Add to that that Craigslist costs $75 per region that you want to advertise in and our Job Boards cost $50 to our global audience of bloggers and you’ve got some decent reasons to try the ProBlogger Job Board if you’re looking for an experienced and qualified blogger!

Also – just a note for bloggers and advertisers – we’re in the process of updating the back end and adding a few small features. There shouldn’t be too many noticeable differences in this next update from the front end but stay tuned for a few ideas that will make the boards more useful.

Finding Domain Names – Bust a Name

DomainsI’ve never really been a big domain name collector – but in the last few weeks I’ve enjoyed seeing what names are out there and even picking up a few for a rainy day (for the distant future as I have no time for new ventures at the moment).

I’ve used a couple of tools for finding new domain names over the years – two of my previous favorites have been Domains Bot and Name Boy.

Today LifeHacker linked to a new tool which takes over as my new all time favorite – Bust a Name.

Warning – this tool is not only useful, it’s kind of fun. I just spent an hour on it and bought five domain names!

How to Make Money Blogging – What We Wish We Knew

This post on how to make money blogging is part of the ‘What I wish I knew when I first started Blogging’ Series. In this post I’ll share readers comments on the topic of making money from blogs as well as some of my own experiences and advice.

When I asked readers for their regrets when it comes to making money there was a variety of responses – from bloggers wishing that they’d started experimenting with ads and affiliate programs earlier to others wishing that they’d never started monetizing blogs at all because it was a distraction from what they actually liked doing – writing about their topic of interest.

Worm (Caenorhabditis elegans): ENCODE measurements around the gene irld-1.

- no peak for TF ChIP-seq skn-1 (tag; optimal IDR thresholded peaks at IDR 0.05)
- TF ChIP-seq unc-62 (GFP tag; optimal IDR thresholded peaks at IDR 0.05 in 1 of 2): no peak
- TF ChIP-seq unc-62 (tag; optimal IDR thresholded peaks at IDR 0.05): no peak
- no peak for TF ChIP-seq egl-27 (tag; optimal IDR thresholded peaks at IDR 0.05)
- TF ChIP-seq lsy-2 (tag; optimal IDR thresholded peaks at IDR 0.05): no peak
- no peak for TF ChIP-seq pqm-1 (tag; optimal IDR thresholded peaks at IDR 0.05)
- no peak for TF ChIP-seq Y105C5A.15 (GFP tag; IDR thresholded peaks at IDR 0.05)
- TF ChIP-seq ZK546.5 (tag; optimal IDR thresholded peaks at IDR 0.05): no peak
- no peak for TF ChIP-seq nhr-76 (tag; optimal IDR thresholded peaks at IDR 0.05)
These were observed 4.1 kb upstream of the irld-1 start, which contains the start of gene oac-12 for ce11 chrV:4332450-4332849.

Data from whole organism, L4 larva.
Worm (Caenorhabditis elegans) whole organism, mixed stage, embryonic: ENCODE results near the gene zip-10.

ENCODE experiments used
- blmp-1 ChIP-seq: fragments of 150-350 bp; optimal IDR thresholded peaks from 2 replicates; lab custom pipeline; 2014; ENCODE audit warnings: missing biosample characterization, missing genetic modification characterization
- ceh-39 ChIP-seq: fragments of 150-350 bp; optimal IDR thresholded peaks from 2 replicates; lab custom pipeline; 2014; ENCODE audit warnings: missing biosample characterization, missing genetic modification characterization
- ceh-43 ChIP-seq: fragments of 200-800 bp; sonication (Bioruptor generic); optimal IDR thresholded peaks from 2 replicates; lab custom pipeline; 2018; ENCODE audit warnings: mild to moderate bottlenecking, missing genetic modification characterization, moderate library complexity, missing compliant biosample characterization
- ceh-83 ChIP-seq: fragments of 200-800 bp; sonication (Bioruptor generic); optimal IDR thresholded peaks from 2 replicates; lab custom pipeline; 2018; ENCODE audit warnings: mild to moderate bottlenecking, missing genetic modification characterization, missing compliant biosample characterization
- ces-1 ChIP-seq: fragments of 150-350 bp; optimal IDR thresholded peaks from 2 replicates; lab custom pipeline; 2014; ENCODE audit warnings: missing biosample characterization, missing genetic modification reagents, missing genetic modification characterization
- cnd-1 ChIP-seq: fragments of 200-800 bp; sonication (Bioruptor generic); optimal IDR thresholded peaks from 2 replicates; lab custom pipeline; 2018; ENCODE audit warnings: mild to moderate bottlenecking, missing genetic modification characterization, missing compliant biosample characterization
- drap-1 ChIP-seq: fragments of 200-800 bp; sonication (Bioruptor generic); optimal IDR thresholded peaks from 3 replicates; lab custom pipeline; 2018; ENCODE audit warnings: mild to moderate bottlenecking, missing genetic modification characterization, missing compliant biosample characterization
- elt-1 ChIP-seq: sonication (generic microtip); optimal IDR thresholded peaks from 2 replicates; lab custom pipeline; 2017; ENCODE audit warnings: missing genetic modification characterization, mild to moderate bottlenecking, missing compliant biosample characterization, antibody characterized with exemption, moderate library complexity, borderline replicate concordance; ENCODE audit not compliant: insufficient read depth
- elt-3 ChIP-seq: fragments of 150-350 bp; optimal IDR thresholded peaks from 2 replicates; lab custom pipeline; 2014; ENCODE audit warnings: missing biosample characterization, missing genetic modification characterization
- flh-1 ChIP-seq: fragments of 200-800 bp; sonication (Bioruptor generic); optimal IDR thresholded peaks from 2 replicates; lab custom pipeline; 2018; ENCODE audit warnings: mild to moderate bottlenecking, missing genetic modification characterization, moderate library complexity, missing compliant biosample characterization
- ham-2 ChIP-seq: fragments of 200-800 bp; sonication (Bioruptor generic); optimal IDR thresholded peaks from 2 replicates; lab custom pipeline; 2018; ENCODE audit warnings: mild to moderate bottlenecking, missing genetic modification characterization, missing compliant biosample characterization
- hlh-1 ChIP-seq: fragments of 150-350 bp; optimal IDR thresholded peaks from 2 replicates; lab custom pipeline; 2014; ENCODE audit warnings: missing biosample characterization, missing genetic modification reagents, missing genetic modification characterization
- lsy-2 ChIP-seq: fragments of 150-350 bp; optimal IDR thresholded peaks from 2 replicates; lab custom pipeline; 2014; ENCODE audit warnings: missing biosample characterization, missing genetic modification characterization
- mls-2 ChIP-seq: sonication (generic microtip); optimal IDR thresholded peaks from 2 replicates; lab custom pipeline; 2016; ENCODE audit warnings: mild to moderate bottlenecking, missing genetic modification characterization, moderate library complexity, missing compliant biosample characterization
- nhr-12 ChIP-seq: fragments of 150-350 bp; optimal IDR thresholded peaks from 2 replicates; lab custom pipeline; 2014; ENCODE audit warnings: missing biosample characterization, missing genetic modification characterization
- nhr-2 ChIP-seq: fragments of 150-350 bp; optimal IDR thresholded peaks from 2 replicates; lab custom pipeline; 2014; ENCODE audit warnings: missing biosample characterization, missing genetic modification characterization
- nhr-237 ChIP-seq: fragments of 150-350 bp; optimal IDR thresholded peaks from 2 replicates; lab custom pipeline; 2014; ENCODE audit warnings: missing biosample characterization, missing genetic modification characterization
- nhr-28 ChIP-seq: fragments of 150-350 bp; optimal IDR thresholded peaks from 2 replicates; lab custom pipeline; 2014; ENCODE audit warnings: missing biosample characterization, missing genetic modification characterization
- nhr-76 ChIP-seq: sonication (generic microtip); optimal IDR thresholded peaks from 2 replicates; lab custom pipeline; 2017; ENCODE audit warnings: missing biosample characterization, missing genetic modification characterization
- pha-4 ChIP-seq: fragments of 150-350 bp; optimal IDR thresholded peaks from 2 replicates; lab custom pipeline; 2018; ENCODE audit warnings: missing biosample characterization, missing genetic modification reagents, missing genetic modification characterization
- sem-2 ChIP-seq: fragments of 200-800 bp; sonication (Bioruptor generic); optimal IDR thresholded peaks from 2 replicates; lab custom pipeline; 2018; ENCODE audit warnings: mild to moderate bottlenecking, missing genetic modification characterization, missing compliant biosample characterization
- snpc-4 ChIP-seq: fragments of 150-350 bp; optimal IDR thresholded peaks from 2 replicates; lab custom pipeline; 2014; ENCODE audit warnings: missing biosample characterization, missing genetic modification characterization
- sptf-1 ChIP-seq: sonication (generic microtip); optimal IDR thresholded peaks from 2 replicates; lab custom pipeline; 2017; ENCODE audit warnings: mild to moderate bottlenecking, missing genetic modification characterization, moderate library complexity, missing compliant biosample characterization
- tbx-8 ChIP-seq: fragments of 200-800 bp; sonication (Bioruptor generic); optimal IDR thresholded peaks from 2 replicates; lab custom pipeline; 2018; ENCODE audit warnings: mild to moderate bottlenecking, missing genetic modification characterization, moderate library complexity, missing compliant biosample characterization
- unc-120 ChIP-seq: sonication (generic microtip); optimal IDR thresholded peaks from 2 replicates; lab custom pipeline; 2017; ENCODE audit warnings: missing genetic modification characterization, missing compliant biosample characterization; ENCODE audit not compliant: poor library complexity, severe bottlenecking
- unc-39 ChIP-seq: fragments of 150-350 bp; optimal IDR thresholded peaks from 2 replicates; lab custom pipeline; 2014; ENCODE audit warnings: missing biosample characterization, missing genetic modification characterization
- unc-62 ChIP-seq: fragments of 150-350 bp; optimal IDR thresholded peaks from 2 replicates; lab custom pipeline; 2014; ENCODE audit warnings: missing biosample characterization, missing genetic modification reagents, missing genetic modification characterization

My Own Experience with Making Money from Blogging

I sometimes look back on my blogging with a twinge of regret that I didn’t get into blogging earlier and establish myself in my niches before ‘competitors’ did. I dabbled in making websites about 10 years ago (5 years before I started my first blog) and blogged for a full year on a personal blog before even considering that I could make money from blogging or starting blogs on any focused topic.

If only someone had told me what I now know – getting a foot in the door in my niches back then could have had some amazing payoffs.

Having said that – part of me is very glad that I didn’t ‘Go Pro’ or start commercializing my blogging too early. That first 12-18 months of blogging on a personal blog was very formative. I learned so much about communicating online, building community, writing and the way that blogs operate – to the point that when I began to blog on a commercial level I had a lot of skills that helped me grow those new blogs faster.

The other great thing about that first year or so was that it gave me a love for blogging. I blogged because I enjoyed it and not with dollars in my eyes. As a result I wrote about things that interested me and not what would make money.